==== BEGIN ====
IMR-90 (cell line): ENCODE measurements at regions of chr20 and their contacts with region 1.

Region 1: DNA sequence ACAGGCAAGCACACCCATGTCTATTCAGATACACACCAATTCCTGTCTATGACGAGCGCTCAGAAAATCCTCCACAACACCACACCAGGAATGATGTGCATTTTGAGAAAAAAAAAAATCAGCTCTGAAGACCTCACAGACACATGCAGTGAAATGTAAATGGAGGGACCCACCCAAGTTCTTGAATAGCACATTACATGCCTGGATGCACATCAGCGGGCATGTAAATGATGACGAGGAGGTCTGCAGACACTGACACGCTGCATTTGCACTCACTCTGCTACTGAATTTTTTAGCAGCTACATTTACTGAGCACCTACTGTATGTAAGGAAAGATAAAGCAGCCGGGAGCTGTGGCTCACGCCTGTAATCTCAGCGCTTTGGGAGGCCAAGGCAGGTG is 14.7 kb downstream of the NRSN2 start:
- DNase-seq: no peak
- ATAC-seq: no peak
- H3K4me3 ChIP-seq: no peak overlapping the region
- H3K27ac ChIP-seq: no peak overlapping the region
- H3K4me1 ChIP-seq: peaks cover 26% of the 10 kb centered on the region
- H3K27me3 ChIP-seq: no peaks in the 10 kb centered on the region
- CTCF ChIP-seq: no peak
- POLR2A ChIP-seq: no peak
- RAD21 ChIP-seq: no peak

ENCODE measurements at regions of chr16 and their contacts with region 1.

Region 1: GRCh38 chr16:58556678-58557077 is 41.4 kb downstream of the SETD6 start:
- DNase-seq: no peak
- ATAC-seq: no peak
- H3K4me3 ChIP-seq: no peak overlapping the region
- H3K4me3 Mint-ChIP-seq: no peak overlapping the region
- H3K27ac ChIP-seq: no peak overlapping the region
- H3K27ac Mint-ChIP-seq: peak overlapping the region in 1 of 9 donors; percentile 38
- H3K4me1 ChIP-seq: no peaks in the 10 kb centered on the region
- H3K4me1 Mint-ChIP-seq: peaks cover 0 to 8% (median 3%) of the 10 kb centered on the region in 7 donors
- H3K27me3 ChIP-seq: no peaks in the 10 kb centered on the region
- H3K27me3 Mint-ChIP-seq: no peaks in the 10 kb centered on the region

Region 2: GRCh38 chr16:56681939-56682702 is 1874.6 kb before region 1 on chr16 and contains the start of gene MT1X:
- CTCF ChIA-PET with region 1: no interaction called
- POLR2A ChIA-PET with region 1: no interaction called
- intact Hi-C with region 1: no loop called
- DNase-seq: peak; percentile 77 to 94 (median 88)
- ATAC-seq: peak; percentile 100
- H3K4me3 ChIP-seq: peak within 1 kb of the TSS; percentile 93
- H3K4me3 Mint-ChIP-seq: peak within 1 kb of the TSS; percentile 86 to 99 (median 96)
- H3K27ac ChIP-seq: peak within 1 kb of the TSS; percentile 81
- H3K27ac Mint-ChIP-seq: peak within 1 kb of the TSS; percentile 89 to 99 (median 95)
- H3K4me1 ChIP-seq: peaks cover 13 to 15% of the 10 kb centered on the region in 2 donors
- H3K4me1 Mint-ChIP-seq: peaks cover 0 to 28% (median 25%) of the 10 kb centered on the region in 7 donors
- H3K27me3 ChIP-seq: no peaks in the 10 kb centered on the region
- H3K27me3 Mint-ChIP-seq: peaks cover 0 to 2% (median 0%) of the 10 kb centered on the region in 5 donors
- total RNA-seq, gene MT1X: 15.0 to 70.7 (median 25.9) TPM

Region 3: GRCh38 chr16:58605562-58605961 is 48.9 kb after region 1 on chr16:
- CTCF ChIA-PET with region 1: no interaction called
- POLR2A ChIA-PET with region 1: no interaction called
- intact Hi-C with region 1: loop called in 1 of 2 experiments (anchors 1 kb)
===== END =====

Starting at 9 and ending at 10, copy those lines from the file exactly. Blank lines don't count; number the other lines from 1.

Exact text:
- CTCF ChIP-seq: no peak
- POLR2A ChIP-seq: no peak